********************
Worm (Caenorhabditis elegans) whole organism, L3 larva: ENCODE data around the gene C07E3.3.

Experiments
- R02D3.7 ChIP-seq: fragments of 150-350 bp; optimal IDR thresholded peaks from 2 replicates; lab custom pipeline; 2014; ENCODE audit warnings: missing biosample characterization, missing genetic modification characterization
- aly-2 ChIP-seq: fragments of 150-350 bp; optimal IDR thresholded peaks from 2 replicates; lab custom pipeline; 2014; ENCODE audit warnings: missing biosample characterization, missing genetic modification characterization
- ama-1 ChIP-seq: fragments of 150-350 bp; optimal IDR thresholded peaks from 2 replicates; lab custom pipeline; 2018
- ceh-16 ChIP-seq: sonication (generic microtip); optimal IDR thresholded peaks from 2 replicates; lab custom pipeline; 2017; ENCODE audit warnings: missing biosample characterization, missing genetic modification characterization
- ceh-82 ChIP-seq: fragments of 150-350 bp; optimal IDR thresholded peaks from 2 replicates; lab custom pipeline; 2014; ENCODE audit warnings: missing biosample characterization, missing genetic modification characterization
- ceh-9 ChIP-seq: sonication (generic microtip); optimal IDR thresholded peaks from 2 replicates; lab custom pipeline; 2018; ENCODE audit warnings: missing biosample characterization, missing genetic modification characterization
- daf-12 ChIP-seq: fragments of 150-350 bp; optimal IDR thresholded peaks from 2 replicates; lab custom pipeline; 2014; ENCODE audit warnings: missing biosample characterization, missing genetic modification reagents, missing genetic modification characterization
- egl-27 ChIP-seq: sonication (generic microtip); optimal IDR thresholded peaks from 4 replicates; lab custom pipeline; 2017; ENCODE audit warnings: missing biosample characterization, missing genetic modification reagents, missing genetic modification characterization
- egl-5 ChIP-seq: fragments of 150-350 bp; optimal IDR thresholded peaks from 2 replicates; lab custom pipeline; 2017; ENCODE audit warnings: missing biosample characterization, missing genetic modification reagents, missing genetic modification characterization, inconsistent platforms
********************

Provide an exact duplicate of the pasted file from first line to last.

Worm (Caenorhabditis elegans) whole organism, L3 larva: ENCODE data around the gene C07E3.3.

Experiments
- R02D3.7 ChIP-seq: fragments of 150-350 bp; optimal IDR thresholded peaks from 2 replicates; lab custom pipeline; 2014; ENCODE audit warnings: missing biosample characterization, missing genetic modification characterization
- aly-2 ChIP-seq: fragments of 150-350 bp; optimal IDR thresholded peaks from 2 replicates; lab custom pipeline; 2014; ENCODE audit warnings: missing biosample characterization, missing genetic modification characterization
- ama-1 ChIP-seq: fragments of 150-350 bp; optimal IDR thresholded peaks from 2 replicates; lab custom pipeline; 2018
- ceh-16 ChIP-seq: sonication (generic microtip); optimal IDR thresholded peaks from 2 replicates; lab custom pipeline; 2017; ENCODE audit warnings: missing biosample characterization, missing genetic modification characterization
- ceh-82 ChIP-seq: fragments of 150-350 bp; optimal IDR thresholded peaks from 2 replicates; lab custom pipeline; 2014; ENCODE audit warnings: missing biosample characterization, missing genetic modification characterization
- ceh-9 ChIP-seq: sonication (generic microtip); optimal IDR thresholded peaks from 2 replicates; lab custom pipeline; 2018; ENCODE audit warnings: missing biosample characterization, missing genetic modification characterization
- daf-12 ChIP-seq: fragments of 150-350 bp; optimal IDR thresholded peaks from 2 replicates; lab custom pipeline; 2014; ENCODE audit warnings: missing biosample characterization, missing genetic modification reagents, missing genetic modification characterization
- egl-27 ChIP-seq: sonication (generic microtip); optimal IDR thresholded peaks from 4 replicates; lab custom pipeline; 2017; ENCODE audit warnings: missing biosample characterization, missing genetic modification reagents, missing genetic modification characterization
- egl-5 ChIP-seq: fragments of 150-350 bp; optimal IDR thresholded peaks from 2 replicates; lab custom pipeline; 2017; ENCODE audit warnings: missing biosample characterization, missing genetic modification reagents, missing genetic modification characterization, inconsistent platforms